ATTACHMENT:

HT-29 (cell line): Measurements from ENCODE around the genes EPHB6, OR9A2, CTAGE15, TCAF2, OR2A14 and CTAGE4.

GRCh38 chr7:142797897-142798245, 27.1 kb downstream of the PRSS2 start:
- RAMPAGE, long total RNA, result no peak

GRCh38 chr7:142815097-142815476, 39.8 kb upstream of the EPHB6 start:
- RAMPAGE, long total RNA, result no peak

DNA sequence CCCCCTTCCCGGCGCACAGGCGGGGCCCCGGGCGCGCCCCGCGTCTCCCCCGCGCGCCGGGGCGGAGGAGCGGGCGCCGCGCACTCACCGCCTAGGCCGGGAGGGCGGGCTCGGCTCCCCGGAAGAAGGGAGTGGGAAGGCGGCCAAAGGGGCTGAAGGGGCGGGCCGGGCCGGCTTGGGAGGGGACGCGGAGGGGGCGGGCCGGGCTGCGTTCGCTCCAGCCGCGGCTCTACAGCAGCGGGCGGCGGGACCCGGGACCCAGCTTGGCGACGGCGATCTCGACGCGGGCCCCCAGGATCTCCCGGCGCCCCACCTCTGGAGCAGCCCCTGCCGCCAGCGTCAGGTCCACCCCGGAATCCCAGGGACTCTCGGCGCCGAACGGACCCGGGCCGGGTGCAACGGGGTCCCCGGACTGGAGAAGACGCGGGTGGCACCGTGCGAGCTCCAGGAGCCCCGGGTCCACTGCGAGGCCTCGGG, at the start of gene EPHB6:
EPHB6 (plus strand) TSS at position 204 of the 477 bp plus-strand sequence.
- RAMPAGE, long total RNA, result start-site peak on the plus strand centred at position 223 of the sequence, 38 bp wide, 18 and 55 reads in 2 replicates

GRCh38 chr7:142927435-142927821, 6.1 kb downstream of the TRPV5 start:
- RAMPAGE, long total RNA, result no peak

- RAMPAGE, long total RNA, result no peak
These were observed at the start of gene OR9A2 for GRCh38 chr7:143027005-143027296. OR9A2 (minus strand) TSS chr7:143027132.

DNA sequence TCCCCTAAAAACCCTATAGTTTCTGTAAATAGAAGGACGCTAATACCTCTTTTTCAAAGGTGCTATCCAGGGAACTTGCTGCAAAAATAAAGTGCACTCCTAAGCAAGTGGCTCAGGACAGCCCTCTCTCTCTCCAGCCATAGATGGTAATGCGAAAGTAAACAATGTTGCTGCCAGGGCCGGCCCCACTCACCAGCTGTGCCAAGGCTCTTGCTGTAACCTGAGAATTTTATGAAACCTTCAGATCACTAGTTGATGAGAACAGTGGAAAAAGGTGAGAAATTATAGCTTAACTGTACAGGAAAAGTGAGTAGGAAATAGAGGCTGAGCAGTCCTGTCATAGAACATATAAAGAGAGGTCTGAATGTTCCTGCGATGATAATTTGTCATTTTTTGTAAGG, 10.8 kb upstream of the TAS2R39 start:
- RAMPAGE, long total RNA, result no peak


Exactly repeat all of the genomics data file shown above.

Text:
HT-29 (cell line): Measurements from ENCODE around the genes EPHB6, OR9A2, CTAGE15, TCAF2, OR2A14 and CTAGE4.

GRCh38 chr7:142797897-142798245, 27.1 kb downstream of the PRSS2 start:
- RAMPAGE, long total RNA, result no peak

GRCh38 chr7:142815097-142815476, 39.8 kb upstream of the EPHB6 start:
- RAMPAGE, long total RNA, result no peak

DNA sequence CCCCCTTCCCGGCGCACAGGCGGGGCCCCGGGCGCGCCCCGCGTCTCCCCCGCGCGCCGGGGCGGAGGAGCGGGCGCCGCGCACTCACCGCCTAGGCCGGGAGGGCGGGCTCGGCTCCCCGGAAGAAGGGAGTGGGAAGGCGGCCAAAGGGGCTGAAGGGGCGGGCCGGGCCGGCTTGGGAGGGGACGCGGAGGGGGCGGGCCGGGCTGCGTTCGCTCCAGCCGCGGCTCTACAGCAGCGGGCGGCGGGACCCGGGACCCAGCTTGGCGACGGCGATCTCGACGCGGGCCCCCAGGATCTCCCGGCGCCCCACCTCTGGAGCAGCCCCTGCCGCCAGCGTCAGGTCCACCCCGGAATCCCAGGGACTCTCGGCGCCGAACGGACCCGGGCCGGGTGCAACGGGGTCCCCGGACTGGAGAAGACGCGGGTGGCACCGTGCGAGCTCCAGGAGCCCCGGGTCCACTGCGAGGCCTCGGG, at the start of gene EPHB6:
EPHB6 (plus strand) TSS at position 204 of the 477 bp plus-strand sequence.
- RAMPAGE, long total RNA, result start-site peak on the plus strand centred at position 223 of the sequence, 38 bp wide, 18 and 55 reads in 2 replicates

GRCh38 chr7:142927435-142927821, 6.1 kb downstream of the TRPV5 start:
- RAMPAGE, long total RNA, result no peak

- RAMPAGE, long total RNA, result no peak
These were observed at the start of gene OR9A2 for GRCh38 chr7:143027005-143027296. OR9A2 (minus strand) TSS chr7:143027132.

DNA sequence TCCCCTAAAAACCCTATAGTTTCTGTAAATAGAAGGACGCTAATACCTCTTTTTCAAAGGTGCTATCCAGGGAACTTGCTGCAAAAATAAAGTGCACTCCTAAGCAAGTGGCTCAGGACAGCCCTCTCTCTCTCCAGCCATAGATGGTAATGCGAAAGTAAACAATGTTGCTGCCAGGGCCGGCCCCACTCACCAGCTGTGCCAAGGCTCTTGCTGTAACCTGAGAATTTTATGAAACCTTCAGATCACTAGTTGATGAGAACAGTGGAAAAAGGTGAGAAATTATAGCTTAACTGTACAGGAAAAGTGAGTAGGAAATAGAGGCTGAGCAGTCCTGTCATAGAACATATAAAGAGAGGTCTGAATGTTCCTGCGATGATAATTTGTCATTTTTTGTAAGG, 10.8 kb upstream of the TAS2R39 start:
- RAMPAGE, long total RNA, result no peak